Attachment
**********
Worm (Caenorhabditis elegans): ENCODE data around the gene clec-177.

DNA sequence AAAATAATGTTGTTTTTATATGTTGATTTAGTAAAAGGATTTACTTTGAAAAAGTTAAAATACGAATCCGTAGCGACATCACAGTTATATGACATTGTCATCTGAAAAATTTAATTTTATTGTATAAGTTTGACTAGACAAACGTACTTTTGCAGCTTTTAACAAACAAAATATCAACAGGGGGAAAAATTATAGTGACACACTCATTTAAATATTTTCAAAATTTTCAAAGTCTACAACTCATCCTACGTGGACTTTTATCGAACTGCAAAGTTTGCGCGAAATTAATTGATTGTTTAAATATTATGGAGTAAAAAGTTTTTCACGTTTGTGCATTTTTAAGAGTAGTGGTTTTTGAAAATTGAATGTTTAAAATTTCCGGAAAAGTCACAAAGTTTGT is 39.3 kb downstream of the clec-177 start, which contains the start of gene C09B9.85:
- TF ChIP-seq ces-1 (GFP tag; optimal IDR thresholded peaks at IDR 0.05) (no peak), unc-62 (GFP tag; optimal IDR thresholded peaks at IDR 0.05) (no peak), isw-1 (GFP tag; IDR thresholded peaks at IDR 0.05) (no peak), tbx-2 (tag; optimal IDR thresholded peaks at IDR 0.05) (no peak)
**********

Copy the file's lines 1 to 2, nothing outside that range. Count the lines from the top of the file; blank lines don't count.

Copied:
Worm (Caenorhabditis elegans): ENCODE data around the gene clec-177.

DNA sequence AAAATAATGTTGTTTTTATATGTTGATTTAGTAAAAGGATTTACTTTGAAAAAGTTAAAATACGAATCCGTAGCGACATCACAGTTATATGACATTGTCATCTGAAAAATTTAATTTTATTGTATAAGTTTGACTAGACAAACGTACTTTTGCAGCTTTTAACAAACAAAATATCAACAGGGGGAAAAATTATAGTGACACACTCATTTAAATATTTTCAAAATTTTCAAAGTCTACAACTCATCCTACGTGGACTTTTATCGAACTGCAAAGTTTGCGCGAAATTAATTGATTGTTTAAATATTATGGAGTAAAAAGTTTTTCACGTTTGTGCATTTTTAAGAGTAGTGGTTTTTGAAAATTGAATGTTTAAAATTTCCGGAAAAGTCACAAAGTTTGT is 39.3 kb downstream of the clec-177 start, which contains the start of gene C09B9.85: